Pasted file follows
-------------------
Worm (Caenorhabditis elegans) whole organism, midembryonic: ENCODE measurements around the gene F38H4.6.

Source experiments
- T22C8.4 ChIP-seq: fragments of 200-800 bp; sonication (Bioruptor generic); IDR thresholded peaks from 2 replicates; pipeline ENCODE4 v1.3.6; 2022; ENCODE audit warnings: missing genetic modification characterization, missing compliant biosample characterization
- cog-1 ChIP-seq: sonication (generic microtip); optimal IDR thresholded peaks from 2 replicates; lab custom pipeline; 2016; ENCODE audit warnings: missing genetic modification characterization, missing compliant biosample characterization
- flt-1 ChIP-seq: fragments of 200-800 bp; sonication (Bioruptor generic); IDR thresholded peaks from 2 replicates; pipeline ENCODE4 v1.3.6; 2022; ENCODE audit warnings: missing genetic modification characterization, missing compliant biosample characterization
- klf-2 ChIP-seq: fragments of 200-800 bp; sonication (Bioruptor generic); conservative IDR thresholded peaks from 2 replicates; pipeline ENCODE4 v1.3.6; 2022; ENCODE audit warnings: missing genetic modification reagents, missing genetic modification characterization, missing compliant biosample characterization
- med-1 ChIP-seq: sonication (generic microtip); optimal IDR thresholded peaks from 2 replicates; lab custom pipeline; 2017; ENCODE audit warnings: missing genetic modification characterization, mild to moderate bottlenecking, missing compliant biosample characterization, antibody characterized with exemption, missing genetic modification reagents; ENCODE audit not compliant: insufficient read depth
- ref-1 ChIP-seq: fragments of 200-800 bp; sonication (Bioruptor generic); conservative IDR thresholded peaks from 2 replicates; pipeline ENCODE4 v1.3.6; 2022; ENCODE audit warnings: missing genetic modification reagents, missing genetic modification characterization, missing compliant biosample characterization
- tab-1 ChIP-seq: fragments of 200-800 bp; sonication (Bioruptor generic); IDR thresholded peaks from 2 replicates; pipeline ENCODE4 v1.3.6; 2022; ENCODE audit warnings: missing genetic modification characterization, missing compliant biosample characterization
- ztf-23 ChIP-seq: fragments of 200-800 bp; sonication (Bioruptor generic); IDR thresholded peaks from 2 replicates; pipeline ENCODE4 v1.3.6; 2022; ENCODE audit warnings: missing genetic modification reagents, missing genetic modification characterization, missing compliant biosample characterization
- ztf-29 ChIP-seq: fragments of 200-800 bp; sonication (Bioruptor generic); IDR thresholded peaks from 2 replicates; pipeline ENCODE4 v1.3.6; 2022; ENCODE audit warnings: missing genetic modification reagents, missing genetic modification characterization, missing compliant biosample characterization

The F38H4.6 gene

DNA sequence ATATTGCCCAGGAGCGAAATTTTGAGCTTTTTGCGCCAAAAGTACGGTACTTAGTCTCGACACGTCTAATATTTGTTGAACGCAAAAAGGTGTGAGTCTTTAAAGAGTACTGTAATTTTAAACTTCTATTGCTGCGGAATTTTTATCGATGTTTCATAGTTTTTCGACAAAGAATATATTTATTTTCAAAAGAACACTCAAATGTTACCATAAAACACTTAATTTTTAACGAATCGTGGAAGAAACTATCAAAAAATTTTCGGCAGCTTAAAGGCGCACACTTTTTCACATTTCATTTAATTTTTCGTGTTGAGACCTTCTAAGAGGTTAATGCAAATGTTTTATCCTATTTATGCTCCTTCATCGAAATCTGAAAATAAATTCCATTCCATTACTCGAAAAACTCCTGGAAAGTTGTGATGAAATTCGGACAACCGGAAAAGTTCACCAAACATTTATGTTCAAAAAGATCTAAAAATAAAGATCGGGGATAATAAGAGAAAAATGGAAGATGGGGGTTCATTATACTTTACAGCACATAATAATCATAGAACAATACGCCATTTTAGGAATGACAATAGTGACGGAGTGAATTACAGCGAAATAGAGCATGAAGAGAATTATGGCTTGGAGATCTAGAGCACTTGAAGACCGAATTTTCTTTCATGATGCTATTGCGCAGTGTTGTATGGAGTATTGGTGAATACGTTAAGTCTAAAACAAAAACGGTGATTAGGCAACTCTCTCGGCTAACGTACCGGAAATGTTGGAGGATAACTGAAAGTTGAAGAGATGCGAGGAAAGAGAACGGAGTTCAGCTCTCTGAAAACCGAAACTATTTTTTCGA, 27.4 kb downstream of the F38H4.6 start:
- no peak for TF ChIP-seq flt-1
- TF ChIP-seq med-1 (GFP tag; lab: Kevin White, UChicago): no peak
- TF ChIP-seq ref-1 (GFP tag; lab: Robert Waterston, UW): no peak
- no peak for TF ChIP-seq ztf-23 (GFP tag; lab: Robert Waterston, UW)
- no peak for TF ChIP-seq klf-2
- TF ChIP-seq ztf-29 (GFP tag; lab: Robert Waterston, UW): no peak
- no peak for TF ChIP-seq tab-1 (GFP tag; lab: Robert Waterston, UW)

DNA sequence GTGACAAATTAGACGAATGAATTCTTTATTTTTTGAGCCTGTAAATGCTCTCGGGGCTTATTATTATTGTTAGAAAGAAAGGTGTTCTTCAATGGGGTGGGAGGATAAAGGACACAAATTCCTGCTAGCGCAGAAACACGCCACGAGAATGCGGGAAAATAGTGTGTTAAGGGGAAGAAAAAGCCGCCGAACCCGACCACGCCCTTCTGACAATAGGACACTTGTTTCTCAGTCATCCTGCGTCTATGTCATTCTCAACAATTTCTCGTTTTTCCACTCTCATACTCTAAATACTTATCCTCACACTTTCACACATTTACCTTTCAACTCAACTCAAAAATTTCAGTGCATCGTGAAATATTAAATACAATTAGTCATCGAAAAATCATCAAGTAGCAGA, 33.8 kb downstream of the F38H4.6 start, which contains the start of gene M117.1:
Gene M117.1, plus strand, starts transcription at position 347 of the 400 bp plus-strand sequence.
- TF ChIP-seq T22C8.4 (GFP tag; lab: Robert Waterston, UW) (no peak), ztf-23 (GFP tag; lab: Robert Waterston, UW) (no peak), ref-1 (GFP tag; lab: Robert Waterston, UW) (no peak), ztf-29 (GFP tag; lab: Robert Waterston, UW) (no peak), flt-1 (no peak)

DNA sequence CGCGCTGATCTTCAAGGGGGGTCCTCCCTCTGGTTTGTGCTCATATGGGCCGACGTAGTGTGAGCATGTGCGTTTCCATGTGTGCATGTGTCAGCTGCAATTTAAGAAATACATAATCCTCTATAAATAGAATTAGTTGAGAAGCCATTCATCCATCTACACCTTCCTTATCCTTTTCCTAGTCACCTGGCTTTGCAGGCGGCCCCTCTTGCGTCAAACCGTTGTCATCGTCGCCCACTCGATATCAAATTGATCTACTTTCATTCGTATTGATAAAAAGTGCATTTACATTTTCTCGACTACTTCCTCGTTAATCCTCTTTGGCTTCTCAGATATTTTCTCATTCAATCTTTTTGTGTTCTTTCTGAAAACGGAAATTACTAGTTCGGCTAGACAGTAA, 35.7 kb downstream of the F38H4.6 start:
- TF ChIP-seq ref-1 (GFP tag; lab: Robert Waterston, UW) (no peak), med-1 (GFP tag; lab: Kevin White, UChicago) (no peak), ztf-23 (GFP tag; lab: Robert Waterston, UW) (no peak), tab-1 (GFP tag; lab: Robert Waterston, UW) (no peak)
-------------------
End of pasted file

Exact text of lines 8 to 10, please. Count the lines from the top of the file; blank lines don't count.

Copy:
- ref-1 ChIP-seq: fragments of 200-800 bp; sonication (Bioruptor generic); conservative IDR thresholded peaks from 2 replicates; pipeline ENCODE4 v1.3.6; 2022; ENCODE audit warnings: missing genetic modification reagents, missing genetic modification characterization, missing compliant biosample characterization
- tab-1 ChIP-seq: fragments of 200-800 bp; sonication (Bioruptor generic); IDR thresholded peaks from 2 replicates; pipeline ENCODE4 v1.3.6; 2022; ENCODE audit warnings: missing genetic modification characterization, missing compliant biosample characterization
- ztf-23 ChIP-seq: fragments of 200-800 bp; sonication (Bioruptor generic); IDR thresholded peaks from 2 replicates; pipeline ENCODE4 v1.3.6; 2022; ENCODE audit warnings: missing genetic modification reagents, missing genetic modification characterization, missing compliant biosample characterization